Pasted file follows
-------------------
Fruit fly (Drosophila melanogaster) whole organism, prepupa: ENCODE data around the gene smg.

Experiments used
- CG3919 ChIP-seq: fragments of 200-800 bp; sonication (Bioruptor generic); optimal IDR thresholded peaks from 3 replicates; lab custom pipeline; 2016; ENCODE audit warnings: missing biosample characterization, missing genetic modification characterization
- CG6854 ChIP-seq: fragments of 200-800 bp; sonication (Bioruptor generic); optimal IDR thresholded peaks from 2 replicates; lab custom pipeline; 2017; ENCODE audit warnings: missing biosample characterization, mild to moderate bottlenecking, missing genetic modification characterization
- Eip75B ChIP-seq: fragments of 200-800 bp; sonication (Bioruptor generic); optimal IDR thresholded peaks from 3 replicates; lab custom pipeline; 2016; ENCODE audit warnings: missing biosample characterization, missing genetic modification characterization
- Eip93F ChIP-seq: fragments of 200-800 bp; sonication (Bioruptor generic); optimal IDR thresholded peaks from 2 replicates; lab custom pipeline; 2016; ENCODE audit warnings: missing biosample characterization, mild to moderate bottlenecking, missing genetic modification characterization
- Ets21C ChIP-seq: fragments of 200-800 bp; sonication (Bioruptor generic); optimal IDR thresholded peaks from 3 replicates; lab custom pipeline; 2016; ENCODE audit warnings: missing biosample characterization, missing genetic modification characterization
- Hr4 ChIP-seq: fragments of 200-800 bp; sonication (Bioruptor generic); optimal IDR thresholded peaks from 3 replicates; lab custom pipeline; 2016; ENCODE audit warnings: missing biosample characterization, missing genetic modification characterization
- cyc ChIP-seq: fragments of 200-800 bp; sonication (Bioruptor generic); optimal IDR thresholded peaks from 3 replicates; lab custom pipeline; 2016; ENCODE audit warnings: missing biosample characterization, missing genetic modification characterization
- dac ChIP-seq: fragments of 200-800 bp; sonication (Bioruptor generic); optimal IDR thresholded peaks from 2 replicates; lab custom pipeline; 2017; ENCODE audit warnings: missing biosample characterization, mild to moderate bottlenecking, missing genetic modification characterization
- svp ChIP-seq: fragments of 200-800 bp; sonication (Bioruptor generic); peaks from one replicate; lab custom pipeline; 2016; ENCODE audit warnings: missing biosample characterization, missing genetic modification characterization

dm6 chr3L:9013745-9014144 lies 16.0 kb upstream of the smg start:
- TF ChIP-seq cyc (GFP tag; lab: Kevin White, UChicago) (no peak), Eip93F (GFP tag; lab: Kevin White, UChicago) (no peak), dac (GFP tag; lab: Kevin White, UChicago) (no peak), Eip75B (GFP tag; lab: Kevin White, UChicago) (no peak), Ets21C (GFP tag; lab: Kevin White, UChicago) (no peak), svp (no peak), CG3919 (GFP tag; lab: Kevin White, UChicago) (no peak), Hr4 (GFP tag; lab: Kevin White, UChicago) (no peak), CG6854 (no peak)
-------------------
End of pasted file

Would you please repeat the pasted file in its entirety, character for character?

Fruit fly (Drosophila melanogaster) whole organism, prepupa: ENCODE data around the gene smg.

Experiments used
- CG3919 ChIP-seq: fragments of 200-800 bp; sonication (Bioruptor generic); optimal IDR thresholded peaks from 3 replicates; lab custom pipeline; 2016; ENCODE audit warnings: missing biosample characterization, missing genetic modification characterization
- CG6854 ChIP-seq: fragments of 200-800 bp; sonication (Bioruptor generic); optimal IDR thresholded peaks from 2 replicates; lab custom pipeline; 2017; ENCODE audit warnings: missing biosample characterization, mild to moderate bottlenecking, missing genetic modification characterization
- Eip75B ChIP-seq: fragments of 200-800 bp; sonication (Bioruptor generic); optimal IDR thresholded peaks from 3 replicates; lab custom pipeline; 2016; ENCODE audit warnings: missing biosample characterization, missing genetic modification characterization
- Eip93F ChIP-seq: fragments of 200-800 bp; sonication (Bioruptor generic); optimal IDR thresholded peaks from 2 replicates; lab custom pipeline; 2016; ENCODE audit warnings: missing biosample characterization, mild to moderate bottlenecking, missing genetic modification characterization
- Ets21C ChIP-seq: fragments of 200-800 bp; sonication (Bioruptor generic); optimal IDR thresholded peaks from 3 replicates; lab custom pipeline; 2016; ENCODE audit warnings: missing biosample characterization, missing genetic modification characterization
- Hr4 ChIP-seq: fragments of 200-800 bp; sonication (Bioruptor generic); optimal IDR thresholded peaks from 3 replicates; lab custom pipeline; 2016; ENCODE audit warnings: missing biosample characterization, missing genetic modification characterization
- cyc ChIP-seq: fragments of 200-800 bp; sonication (Bioruptor generic); optimal IDR thresholded peaks from 3 replicates; lab custom pipeline; 2016; ENCODE audit warnings: missing biosample characterization, missing genetic modification characterization
- dac ChIP-seq: fragments of 200-800 bp; sonication (Bioruptor generic); optimal IDR thresholded peaks from 2 replicates; lab custom pipeline; 2017; ENCODE audit warnings: missing biosample characterization, mild to moderate bottlenecking, missing genetic modification characterization
- svp ChIP-seq: fragments of 200-800 bp; sonication (Bioruptor generic); peaks from one replicate; lab custom pipeline; 2016; ENCODE audit warnings: missing biosample characterization, missing genetic modification characterization

dm6 chr3L:9013745-9014144 lies 16.0 kb upstream of the smg start:
- TF ChIP-seq cyc (GFP tag; lab: Kevin White, UChicago) (no peak), Eip93F (GFP tag; lab: Kevin White, UChicago) (no peak), dac (GFP tag; lab: Kevin White, UChicago) (no peak), Eip75B (GFP tag; lab: Kevin White, UChicago) (no peak), Ets21C (GFP tag; lab: Kevin White, UChicago) (no peak), svp (no peak), CG3919 (GFP tag; lab: Kevin White, UChicago) (no peak), Hr4 (GFP tag; lab: Kevin White, UChicago) (no peak), CG6854 (no peak)